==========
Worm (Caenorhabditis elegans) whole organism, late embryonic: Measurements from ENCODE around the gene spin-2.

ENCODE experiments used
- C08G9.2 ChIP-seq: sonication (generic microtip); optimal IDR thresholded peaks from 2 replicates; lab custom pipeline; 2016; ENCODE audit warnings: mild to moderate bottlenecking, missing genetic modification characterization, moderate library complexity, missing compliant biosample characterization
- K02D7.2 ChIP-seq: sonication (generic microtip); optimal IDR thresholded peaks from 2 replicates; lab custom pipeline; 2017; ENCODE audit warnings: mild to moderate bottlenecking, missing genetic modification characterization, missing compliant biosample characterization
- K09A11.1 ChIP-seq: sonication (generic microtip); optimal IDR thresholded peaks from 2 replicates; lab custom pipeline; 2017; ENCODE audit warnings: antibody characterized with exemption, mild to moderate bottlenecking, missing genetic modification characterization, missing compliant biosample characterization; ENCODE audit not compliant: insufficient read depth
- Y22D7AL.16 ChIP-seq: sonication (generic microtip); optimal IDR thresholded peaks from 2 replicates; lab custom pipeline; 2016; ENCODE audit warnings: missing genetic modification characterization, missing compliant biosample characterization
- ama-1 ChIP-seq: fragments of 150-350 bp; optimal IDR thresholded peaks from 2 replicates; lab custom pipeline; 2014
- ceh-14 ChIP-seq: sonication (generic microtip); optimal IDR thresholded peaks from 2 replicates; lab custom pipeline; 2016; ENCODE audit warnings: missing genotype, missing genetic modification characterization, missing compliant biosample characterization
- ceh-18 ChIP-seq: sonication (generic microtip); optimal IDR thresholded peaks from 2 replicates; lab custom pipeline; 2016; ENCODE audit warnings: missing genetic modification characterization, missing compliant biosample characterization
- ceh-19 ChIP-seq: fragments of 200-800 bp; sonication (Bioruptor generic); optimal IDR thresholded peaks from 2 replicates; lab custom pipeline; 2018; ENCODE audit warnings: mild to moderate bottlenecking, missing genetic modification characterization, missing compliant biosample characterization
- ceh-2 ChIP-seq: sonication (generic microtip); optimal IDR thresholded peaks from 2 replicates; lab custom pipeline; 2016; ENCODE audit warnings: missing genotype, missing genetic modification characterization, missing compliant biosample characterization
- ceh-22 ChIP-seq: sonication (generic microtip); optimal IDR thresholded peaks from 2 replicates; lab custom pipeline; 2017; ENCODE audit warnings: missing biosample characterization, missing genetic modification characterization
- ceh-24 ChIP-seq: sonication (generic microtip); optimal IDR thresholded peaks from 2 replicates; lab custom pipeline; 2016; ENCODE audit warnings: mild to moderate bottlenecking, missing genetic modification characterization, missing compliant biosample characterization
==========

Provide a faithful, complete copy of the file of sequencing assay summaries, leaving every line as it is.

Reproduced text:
Worm (Caenorhabditis elegans) whole organism, late embryonic: Measurements from ENCODE around the gene spin-2.

ENCODE experiments used
- C08G9.2 ChIP-seq: sonication (generic microtip); optimal IDR thresholded peaks from 2 replicates; lab custom pipeline; 2016; ENCODE audit warnings: mild to moderate bottlenecking, missing genetic modification characterization, moderate library complexity, missing compliant biosample characterization
- K02D7.2 ChIP-seq: sonication (generic microtip); optimal IDR thresholded peaks from 2 replicates; lab custom pipeline; 2017; ENCODE audit warnings: mild to moderate bottlenecking, missing genetic modification characterization, missing compliant biosample characterization
- K09A11.1 ChIP-seq: sonication (generic microtip); optimal IDR thresholded peaks from 2 replicates; lab custom pipeline; 2017; ENCODE audit warnings: antibody characterized with exemption, mild to moderate bottlenecking, missing genetic modification characterization, missing compliant biosample characterization; ENCODE audit not compliant: insufficient read depth
- Y22D7AL.16 ChIP-seq: sonication (generic microtip); optimal IDR thresholded peaks from 2 replicates; lab custom pipeline; 2016; ENCODE audit warnings: missing genetic modification characterization, missing compliant biosample characterization
- ama-1 ChIP-seq: fragments of 150-350 bp; optimal IDR thresholded peaks from 2 replicates; lab custom pipeline; 2014
- ceh-14 ChIP-seq: sonication (generic microtip); optimal IDR thresholded peaks from 2 replicates; lab custom pipeline; 2016; ENCODE audit warnings: missing genotype, missing genetic modification characterization, missing compliant biosample characterization
- ceh-18 ChIP-seq: sonication (generic microtip); optimal IDR thresholded peaks from 2 replicates; lab custom pipeline; 2016; ENCODE audit warnings: missing genetic modification characterization, missing compliant biosample characterization
- ceh-19 ChIP-seq: fragments of 200-800 bp; sonication (Bioruptor generic); optimal IDR thresholded peaks from 2 replicates; lab custom pipeline; 2018; ENCODE audit warnings: mild to moderate bottlenecking, missing genetic modification characterization, missing compliant biosample characterization
- ceh-2 ChIP-seq: sonication (generic microtip); optimal IDR thresholded peaks from 2 replicates; lab custom pipeline; 2016; ENCODE audit warnings: missing genotype, missing genetic modification characterization, missing compliant biosample characterization
- ceh-22 ChIP-seq: sonication (generic microtip); optimal IDR thresholded peaks from 2 replicates; lab custom pipeline; 2017; ENCODE audit warnings: missing biosample characterization, missing genetic modification characterization
- ceh-24 ChIP-seq: sonication (generic microtip); optimal IDR thresholded peaks from 2 replicates; lab custom pipeline; 2016; ENCODE audit warnings: mild to moderate bottlenecking, missing genetic modification characterization, missing compliant biosample characterization